|This section on urologic cancers includes:
The bladder is a hollow organ in the lower abdomen that
stores urine. The kidneys filter waste from the blood and produce urine, which enters the
bladder through two tubes called ureters. Urine leaves the bladder through another tube,
the urethra. In women, the urethra is a short tube that opens just in front of the vagina.
In men, it is longer, passing through the prostate gland and then through the penis.
The most common warning sign of bladder cancer is blood in
the urine. Pain during urination can also be a sign of bladder cancer. A need to urinate
often or urgently may be another warning sign.
To diagnose bladder cancer the doctor will perform a
physical examination. Sometimes the doctor can feel a large tumor during a rectal or
The doctor may order an x-ray called an intravenous
pyelogram (IVP) which lets the doctor observe the kidneys, ureters, and bladder.
Another diagnostic tool is looking into the bladder with an
instrument called a cystoscope. A thin, lighted tube is inserted into the bladder through
the urethra. If the doctor sees anything abnormal tissue samples can be obtained through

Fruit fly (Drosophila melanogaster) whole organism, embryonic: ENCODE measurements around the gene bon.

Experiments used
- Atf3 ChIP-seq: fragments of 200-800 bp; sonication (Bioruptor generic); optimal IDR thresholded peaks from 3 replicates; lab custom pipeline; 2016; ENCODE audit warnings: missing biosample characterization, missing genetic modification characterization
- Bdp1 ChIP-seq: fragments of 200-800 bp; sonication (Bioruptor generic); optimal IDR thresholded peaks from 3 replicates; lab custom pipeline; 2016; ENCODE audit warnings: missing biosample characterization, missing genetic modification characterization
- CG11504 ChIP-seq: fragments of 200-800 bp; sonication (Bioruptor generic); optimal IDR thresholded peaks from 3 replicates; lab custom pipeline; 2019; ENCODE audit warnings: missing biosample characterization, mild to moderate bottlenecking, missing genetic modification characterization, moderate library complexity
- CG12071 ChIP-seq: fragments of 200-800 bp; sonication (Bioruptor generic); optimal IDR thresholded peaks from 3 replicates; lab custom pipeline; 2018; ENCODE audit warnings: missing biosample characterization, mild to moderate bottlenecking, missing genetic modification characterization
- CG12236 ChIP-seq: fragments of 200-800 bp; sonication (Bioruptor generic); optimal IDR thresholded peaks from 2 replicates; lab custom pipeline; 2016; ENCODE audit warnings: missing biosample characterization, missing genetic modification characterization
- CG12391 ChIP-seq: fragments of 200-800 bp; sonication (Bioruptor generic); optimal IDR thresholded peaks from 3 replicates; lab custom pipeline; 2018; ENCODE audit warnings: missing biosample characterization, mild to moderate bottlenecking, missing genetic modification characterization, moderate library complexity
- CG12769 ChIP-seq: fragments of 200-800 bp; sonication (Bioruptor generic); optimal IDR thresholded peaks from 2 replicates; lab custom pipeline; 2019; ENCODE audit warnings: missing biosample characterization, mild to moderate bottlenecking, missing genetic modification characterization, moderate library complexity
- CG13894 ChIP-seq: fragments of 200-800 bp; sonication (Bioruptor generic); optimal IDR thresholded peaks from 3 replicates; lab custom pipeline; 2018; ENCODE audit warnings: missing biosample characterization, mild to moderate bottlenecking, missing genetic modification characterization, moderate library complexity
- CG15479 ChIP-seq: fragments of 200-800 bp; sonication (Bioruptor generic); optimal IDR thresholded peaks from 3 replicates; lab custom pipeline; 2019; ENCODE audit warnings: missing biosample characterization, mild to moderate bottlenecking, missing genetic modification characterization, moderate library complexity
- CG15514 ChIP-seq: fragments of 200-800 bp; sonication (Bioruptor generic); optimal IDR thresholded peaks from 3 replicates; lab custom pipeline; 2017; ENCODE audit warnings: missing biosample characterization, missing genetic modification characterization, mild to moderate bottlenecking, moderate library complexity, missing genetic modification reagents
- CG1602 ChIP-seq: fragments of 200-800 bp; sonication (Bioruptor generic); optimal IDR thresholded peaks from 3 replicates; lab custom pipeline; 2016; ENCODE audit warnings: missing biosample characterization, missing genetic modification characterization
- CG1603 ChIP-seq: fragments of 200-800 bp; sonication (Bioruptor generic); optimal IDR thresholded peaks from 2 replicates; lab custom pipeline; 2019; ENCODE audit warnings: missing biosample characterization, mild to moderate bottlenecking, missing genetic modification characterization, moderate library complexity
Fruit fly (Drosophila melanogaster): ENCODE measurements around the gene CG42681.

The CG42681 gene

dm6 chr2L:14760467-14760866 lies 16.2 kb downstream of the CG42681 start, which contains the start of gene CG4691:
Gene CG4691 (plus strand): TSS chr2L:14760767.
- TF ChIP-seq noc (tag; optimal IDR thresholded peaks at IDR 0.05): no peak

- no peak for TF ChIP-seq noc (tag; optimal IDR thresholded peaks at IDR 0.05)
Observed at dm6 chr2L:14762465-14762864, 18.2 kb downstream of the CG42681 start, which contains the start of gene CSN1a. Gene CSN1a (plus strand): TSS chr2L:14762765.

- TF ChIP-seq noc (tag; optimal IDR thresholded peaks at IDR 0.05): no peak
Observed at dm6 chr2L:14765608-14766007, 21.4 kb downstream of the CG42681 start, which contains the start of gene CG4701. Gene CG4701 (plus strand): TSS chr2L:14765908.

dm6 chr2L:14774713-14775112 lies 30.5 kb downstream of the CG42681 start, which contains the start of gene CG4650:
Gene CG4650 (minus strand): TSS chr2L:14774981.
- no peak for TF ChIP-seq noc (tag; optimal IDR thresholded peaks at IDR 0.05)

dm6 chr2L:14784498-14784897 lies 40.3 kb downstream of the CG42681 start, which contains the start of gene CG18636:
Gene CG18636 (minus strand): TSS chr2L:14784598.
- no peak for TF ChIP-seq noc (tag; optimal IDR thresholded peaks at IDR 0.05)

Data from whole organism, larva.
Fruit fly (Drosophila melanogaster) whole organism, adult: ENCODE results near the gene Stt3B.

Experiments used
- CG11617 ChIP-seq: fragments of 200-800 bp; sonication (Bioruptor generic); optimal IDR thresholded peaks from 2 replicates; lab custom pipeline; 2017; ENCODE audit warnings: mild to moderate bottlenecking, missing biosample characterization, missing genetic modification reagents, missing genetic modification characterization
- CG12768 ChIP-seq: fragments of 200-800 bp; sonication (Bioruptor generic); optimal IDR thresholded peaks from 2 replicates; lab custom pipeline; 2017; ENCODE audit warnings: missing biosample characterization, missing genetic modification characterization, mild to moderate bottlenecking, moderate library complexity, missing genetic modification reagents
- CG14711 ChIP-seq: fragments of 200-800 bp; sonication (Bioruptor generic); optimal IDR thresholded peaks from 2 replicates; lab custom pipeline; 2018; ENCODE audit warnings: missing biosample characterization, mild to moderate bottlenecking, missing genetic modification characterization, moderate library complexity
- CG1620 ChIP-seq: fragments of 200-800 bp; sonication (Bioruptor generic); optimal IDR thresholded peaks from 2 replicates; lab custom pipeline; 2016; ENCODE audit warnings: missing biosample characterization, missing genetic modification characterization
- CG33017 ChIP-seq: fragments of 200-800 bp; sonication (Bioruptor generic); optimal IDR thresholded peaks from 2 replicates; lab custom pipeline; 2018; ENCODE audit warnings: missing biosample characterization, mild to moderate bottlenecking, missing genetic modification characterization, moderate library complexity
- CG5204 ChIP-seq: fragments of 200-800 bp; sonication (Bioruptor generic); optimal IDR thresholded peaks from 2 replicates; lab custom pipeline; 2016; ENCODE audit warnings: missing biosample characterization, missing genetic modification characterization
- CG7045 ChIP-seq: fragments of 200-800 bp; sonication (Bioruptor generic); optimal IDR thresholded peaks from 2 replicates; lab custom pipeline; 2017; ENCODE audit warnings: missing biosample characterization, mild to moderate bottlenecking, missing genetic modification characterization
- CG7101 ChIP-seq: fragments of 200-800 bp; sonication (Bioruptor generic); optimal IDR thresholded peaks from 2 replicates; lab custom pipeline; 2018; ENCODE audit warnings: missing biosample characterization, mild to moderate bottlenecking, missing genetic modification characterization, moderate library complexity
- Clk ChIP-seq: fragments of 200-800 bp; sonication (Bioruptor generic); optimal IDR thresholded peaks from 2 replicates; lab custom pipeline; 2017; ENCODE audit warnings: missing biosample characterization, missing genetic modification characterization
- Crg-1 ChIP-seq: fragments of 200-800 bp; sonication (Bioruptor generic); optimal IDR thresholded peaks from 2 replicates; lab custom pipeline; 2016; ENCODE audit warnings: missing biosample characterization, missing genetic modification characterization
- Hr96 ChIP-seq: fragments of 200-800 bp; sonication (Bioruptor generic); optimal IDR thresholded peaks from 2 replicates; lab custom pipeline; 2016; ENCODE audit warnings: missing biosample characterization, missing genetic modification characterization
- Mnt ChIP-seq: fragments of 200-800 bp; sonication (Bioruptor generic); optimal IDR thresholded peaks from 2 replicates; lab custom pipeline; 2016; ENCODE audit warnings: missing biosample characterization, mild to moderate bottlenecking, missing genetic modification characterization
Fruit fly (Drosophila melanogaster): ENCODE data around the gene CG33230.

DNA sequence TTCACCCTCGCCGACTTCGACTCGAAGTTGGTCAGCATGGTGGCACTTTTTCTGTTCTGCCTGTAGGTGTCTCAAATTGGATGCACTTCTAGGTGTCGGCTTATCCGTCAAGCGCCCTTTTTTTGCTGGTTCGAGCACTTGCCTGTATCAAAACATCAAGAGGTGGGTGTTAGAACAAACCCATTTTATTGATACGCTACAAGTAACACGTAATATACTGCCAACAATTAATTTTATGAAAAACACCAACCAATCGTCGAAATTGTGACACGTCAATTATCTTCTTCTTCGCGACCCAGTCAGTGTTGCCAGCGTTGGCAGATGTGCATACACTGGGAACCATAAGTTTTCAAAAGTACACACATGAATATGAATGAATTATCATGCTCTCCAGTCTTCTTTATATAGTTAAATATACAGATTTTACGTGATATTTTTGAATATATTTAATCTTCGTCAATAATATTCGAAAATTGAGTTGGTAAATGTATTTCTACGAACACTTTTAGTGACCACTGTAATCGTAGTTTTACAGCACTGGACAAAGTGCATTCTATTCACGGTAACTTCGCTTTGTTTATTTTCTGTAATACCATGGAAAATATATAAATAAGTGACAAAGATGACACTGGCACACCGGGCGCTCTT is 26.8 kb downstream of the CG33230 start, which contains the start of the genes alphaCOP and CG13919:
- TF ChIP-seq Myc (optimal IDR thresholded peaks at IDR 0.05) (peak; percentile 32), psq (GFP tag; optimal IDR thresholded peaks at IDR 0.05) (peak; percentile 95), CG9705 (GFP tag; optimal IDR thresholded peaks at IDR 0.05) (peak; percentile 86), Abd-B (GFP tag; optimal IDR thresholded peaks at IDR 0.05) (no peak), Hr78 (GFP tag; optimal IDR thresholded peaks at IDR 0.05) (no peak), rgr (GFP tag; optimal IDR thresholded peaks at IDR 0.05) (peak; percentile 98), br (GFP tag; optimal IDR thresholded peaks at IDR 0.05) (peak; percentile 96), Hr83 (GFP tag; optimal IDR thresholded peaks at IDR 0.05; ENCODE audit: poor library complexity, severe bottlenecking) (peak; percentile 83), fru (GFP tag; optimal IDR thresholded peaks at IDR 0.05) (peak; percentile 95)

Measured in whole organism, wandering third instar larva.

the cystoscope. A biopsy of this tissue will determine if bladder cancer is present.
Treatments can include surgery, chemotherapy, or radiation
or a combination of these. See our list of resources.
return to top
The kidneys are part of the urinary tract. They are a pair
of organs found just above the waist on each side of the spine. As blood flows through the
kidneys, they filter waste products, chemicals, and unneeded water from the blood. Urine
collects in the middle of each kidney and then is drained to the bladder where it is
The most common symptom of kidney cancer is blood in the
urine. Another symptom is a lump or mass that can be felt in the kidney area. The tumor
may cause a dull ache or pain in the back or side. Less often, signs of a kidney tumor